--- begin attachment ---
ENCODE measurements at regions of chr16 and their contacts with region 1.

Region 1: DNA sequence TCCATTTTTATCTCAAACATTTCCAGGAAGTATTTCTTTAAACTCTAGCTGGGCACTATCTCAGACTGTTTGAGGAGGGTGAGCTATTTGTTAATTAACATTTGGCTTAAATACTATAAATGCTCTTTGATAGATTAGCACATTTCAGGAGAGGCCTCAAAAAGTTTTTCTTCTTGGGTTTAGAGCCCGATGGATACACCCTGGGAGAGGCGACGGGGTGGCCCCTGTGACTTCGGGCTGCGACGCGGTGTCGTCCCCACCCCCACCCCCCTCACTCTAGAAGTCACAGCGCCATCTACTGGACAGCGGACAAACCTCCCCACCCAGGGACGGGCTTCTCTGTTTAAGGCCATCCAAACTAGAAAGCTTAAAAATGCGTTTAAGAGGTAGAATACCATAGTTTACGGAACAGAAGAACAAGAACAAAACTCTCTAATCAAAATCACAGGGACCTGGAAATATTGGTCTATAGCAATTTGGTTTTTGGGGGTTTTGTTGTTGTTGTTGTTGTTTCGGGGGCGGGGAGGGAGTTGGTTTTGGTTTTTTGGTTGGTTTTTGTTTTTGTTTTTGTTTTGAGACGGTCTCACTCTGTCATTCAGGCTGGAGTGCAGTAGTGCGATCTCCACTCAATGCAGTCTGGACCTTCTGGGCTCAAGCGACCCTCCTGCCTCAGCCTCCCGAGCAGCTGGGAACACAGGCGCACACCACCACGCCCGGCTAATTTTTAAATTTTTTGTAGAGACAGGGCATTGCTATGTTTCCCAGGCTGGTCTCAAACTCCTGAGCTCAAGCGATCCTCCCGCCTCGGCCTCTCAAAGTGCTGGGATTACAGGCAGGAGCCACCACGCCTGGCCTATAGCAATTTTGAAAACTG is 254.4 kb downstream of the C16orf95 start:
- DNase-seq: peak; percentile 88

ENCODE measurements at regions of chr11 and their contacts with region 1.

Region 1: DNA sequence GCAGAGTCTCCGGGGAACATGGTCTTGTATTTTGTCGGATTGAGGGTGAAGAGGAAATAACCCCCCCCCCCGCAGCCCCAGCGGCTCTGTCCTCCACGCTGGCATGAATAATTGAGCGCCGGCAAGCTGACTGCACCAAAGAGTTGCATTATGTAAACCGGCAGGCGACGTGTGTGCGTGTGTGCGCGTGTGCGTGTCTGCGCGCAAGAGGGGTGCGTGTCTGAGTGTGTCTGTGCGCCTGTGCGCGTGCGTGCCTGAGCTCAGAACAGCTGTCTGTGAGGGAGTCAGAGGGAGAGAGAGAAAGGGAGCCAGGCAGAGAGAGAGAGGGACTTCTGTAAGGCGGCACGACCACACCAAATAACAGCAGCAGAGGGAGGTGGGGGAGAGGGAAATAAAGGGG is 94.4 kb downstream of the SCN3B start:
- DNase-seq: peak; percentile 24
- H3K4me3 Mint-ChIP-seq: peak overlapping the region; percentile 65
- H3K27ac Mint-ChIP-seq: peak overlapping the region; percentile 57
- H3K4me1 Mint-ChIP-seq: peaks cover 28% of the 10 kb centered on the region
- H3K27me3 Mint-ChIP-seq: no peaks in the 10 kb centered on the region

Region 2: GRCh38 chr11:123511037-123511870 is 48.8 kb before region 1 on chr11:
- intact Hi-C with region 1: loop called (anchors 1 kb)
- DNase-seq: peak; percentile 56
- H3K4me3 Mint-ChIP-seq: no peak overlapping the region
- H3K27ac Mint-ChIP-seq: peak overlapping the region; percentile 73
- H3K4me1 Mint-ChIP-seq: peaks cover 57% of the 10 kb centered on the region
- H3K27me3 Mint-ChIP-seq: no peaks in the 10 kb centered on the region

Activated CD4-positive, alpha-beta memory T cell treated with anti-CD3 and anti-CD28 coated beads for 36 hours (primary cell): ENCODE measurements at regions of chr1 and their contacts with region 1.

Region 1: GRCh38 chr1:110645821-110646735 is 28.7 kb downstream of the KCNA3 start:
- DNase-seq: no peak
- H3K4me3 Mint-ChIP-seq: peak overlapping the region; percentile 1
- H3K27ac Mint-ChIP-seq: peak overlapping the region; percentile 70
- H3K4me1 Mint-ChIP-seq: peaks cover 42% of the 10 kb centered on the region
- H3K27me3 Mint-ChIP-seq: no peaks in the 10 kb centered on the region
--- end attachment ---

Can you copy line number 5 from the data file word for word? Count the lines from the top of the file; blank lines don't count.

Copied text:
Region 1: DNA sequence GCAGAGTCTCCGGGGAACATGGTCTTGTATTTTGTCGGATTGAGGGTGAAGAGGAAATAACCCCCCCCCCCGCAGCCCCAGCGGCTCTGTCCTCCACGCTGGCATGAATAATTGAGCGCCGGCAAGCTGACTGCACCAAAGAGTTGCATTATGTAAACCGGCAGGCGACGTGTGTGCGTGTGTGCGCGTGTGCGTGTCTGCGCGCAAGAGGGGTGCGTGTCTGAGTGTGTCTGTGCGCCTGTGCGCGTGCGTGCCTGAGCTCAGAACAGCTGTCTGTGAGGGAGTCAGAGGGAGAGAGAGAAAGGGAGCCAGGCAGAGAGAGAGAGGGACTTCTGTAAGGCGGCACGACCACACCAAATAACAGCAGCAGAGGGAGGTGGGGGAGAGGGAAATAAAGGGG is 94.4 kb downstream of the SCN3B start: